Dr. Scott Gottlieb, the former commissioner of the U.S. Food and Drug Administration (FDA), has contended that the new and highly mutated Omicron variant appears to be a “milder strain” of coronavirus but dangers still remain.
“There’s a very clear, as I said, decoupling between cases and hospitalizations and does appear now based on a lot of experimental evidence that we’ve gotten just in the last two weeks, that this is a milder form of the coronavirus appears to be a more of an upper airway disease and a lower airway disease that’s good for most Americans,” Gottlieb, a physician who worked at the Food and Drug Administration (FDA) under former Presidents Donald Trump and George W. Bush and now serves on the board of COVID vaccine maker Pfizer, told CBS News on Sunday.
However, “the one group that may be a problem is very young kids, very young children, toddlers who have trouble with upper airway infections, and you’re in fact seeing more croup-like infections and bronchiolitis in New York City among children,” he warned.
The latest data compiled by the American Academy of Pediatrics show that COVID-19 cases among children have been rising quickly over the past month, now making up at times roughly twenty percent of all new weekly cases.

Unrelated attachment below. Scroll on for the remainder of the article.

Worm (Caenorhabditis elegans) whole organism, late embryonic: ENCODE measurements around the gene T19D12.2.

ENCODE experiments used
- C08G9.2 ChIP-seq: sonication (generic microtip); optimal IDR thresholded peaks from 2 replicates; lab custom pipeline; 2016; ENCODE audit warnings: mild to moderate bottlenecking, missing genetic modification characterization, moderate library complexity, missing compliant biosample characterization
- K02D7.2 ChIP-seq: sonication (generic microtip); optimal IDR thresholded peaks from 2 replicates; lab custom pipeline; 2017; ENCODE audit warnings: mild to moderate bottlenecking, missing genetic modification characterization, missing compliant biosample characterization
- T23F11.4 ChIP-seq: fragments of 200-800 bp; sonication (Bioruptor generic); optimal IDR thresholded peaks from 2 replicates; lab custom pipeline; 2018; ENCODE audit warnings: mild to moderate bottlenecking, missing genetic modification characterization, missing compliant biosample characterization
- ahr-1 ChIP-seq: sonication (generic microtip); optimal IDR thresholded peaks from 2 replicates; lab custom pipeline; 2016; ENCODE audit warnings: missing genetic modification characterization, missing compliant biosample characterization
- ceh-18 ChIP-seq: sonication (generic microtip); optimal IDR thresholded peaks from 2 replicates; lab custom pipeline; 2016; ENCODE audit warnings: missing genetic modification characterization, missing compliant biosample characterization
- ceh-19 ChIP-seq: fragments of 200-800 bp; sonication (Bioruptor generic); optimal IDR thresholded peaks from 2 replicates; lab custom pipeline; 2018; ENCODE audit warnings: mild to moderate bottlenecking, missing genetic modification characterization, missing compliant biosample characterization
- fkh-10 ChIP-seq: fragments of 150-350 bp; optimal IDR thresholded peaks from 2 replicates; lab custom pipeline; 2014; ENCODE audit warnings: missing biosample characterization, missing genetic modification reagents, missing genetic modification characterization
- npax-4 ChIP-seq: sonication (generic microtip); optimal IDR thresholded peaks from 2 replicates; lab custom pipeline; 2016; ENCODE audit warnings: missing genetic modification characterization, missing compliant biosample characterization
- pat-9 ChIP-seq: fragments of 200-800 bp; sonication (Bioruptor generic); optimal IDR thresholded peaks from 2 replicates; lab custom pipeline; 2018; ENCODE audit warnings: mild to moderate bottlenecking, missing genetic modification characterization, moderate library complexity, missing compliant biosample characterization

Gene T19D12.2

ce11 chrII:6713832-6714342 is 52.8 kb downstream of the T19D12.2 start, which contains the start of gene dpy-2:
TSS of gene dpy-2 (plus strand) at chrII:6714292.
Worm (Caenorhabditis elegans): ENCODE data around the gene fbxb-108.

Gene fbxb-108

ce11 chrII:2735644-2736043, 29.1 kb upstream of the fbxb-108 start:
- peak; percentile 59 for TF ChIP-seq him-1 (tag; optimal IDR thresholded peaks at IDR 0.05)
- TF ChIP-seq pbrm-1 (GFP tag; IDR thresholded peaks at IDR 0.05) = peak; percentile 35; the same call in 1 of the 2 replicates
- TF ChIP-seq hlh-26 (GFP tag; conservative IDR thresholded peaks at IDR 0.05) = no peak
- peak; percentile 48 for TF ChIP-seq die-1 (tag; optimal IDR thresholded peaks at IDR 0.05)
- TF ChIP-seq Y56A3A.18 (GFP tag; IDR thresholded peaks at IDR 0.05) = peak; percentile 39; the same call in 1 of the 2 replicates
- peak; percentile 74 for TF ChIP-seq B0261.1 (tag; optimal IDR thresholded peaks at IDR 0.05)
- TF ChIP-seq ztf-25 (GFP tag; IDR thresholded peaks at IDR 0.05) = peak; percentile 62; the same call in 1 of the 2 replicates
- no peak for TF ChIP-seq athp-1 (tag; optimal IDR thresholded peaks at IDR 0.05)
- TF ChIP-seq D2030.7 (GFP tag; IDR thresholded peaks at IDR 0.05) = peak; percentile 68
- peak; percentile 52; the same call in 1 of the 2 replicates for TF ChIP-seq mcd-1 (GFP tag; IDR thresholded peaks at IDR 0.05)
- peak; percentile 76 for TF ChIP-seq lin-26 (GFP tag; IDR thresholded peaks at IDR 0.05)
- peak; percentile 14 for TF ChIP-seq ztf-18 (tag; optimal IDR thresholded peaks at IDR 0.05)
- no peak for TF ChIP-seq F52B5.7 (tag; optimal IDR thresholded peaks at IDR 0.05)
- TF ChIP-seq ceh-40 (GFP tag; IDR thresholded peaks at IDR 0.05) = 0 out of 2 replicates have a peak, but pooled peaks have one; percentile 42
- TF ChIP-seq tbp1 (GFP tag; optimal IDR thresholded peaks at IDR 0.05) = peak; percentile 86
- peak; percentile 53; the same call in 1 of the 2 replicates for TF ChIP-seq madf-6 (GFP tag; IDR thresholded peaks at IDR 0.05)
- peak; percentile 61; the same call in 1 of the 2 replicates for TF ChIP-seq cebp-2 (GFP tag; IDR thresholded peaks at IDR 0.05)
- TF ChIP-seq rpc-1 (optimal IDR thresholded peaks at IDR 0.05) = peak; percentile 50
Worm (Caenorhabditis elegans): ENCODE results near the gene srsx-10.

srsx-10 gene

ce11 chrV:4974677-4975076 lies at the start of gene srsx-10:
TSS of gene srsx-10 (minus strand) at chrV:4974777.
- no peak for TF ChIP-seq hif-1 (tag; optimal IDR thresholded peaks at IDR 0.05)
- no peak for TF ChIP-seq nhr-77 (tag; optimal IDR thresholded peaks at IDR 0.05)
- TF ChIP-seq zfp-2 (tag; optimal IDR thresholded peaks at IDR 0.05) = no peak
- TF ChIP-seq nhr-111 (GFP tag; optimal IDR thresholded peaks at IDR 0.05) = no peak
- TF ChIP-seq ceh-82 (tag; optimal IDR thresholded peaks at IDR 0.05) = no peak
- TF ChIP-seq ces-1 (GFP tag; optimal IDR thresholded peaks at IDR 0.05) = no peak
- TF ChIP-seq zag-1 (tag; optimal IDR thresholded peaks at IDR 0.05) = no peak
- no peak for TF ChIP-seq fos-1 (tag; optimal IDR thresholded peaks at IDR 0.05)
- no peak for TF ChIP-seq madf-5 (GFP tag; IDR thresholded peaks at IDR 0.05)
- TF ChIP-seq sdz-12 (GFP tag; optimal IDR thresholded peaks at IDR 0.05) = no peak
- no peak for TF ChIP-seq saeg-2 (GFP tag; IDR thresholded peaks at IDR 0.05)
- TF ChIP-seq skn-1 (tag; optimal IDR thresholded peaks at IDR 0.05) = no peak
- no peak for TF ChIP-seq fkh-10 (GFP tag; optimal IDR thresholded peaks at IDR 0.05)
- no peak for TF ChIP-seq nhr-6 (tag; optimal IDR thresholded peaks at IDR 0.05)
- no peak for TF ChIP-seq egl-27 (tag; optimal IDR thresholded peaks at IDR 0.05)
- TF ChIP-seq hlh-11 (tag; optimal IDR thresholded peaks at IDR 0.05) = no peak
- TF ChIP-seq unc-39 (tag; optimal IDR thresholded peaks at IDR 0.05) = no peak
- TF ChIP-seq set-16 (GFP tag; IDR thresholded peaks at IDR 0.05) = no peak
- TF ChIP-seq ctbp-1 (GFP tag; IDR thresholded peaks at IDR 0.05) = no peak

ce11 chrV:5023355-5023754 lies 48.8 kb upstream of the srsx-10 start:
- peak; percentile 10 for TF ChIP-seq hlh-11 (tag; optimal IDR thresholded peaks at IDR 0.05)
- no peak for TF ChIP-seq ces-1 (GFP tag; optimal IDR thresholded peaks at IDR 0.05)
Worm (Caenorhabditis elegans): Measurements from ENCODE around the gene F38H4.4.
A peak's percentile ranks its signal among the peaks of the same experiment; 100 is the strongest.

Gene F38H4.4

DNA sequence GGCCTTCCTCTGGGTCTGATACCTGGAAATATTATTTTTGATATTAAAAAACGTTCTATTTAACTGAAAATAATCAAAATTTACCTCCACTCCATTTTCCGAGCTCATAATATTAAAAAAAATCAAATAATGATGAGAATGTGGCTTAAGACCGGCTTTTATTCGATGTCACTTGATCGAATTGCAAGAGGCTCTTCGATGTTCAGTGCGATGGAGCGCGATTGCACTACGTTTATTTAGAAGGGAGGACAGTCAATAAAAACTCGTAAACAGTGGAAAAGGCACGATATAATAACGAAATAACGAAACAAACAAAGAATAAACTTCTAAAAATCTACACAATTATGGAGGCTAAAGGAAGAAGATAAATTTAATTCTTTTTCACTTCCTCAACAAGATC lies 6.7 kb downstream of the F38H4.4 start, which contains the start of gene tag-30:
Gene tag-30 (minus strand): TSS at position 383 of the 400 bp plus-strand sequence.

Pfizer Booster Eligibility to Children
Addressing this concerning issue, the FDA on Monday expanded Pfizer booster eligibility to children ages twelve to fifteen—just as school restarts for millions of students after winter break. The agency also shortened the time between the second Pfizer dose and the booster shot to five months, which is down from six months.
“The recent rise in COVID-19 cases is concerning to all and today’s decision by the FDA to further expand the Emergency Use Authorization of a booster dose of our vaccine is critical to help us ultimately defeat this pandemic,” Pfizer CEO Albert Bourla noted in a statement.
“We continue to believe that broad use of boosters is essential to preserving a high level of protection against this disease and reducing the rate of hospitalizations,” he added.
Meanwhile, despite the fact that Omicron appears to be milder, Gottlieb also sounded the alarm that people should refrain from relying only on cloth face masks for COVID-19 protection.
“This is an airborne illness,” he said. “We now understand that, and a cloth mask is not going to protect you from a virus that spreads through airborne transmission. It could protect better through droplet transmission, something like the flu, but not something like this coronavirus.”
Gottlieb suggested that individuals who want the maximum amount of protection should look to N95 and KN95 masks.
Ethen Kim Lieser is a Washington state-based Science and Tech Editor who has held posts at Google, The Korea Herald, Lincoln Journal Star, AsianWeek, and Arirang TV. Follow or contact him on LinkedIn.